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Posted: Jun 01, 2015

Light-powered healing of a wearable electrical conductor

(Nanowerk News) Mechanical failure along a conductive pathway can cause the unexpected shutdown of electronic devices, ultimately limiting device lifetimes. In particular, wearable electronic devices, which inevitably undergo dynamic and vigorous motions (e.g., bending, folding, or twisting), are much more liable to suffer from such conductive failures compared with conventional flat electronic devices. To address this problem, various systems to realize healable electrical conductors have been proposed; however, rapid, noninvasive, and on-demand healing, factors that are all synergistically required, especially for wearable device applications, still remains challenging to realize.
Light-powered healing of electrical conductor
Light-powered healing of electrical conductor: (left to right) pristine, cracked, and optically-healed electrical conductor. (Image: KAIST)
Professor Jung-Ki Park and Hee-Tak Kim in the Department of Chemical & Biomolecular Engineering at the Korea Advanced Institute of Science and Technology (KAIST) have come up with the idea of a light-powered healable electrical conductor. Light-powered healing is implemented via the use of a photochromic soft material (i.e., an azobenzene material), which can be directionally moved along the light polarization. This unique directionality of the materialís movement with respect to light polarization enables an efficient healing process, regardless of crack propagation directions, light incident angles, and the number of cracks.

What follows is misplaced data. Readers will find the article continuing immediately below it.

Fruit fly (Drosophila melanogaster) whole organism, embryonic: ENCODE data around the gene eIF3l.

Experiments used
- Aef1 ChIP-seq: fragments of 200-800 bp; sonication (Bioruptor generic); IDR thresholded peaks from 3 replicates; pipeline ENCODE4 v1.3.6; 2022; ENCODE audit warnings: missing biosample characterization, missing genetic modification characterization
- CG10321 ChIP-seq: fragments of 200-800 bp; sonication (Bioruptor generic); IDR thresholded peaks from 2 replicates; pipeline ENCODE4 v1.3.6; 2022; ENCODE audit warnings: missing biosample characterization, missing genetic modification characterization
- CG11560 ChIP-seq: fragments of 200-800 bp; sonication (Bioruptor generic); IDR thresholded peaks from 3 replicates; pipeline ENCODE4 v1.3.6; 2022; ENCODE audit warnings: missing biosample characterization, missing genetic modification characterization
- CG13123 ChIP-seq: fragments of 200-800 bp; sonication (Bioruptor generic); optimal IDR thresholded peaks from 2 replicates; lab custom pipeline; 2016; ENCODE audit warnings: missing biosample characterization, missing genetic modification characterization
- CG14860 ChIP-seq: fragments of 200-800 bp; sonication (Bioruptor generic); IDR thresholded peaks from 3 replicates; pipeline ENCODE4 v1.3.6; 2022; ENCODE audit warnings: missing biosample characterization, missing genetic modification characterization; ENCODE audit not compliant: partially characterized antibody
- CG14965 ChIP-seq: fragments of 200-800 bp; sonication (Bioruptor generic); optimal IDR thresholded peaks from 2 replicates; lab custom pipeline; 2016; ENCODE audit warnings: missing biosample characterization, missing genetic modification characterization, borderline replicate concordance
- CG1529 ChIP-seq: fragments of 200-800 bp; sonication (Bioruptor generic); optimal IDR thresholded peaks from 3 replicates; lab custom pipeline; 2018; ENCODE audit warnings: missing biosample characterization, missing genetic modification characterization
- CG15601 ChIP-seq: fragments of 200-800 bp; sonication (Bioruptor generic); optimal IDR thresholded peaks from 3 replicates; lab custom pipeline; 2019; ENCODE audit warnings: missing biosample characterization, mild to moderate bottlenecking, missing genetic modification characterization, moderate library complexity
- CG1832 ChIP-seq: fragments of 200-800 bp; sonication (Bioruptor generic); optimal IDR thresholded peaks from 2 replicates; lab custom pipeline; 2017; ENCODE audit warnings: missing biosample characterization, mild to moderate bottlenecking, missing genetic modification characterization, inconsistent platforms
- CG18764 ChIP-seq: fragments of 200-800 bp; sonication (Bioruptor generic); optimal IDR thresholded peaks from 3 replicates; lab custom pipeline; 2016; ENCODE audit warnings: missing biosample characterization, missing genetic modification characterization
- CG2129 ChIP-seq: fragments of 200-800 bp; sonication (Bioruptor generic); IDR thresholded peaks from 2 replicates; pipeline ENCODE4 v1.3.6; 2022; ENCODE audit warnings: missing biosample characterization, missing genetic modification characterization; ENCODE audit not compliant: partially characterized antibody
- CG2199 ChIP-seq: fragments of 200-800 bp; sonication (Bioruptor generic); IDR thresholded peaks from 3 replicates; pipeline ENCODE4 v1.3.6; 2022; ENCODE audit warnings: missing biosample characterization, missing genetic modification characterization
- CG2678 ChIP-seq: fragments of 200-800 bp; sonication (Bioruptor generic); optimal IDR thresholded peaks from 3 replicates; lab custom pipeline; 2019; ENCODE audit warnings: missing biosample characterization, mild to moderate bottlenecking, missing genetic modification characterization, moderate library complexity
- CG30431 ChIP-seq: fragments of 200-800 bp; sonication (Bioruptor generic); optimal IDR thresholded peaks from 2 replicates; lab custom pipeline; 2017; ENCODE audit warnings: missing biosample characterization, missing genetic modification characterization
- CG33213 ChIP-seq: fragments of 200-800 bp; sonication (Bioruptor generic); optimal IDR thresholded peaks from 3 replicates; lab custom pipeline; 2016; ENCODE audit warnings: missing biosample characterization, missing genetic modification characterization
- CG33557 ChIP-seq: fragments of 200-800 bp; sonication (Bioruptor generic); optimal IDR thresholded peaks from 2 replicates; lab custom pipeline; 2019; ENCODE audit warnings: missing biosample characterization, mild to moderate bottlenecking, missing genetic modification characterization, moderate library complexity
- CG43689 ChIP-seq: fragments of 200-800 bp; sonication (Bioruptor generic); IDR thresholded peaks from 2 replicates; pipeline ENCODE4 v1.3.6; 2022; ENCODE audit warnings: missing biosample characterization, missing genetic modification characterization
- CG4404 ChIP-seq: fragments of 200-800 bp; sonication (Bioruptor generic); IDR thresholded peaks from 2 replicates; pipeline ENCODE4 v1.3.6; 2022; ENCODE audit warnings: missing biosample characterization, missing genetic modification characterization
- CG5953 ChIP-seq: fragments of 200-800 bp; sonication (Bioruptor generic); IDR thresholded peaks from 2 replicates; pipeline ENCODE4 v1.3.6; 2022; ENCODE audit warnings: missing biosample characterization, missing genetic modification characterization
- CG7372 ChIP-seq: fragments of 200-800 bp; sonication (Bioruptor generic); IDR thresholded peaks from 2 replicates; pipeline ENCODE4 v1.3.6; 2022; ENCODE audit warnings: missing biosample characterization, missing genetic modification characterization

By depositing silver nanowires (AgNWs), which are the conducting material used in this study, onto the top layer of the flexible photochromic soft material, this optically healable material has fully functional electrical conductivity. Notably, AgNWs are found to maintain conformable contact with the photochromic soft material, even during the optical healing process. Thus, AgNWs and the photochromic soft material act as conductive pathways and a light-powered cargo carrier, respectively; the synergetic effect detailed from combining these various advantages provides rapid, noninvasive, and on-demand healing for a flexible electronic conductor, making light-powered healing more amenable to dynamically deformable wearable devices beyond existing systems.
This research was done in collaboration with Professor Seungwoo Lee at Sungkyunkwan University (SKKU). The given work was published in Advanced Functional Materials ("Light-Powered Healing of a Wearable Electrical Conductor") and was highlighted in Nanowerk (Healing electronics with light).
Source: Korea Advanced Institute of Science and Technology
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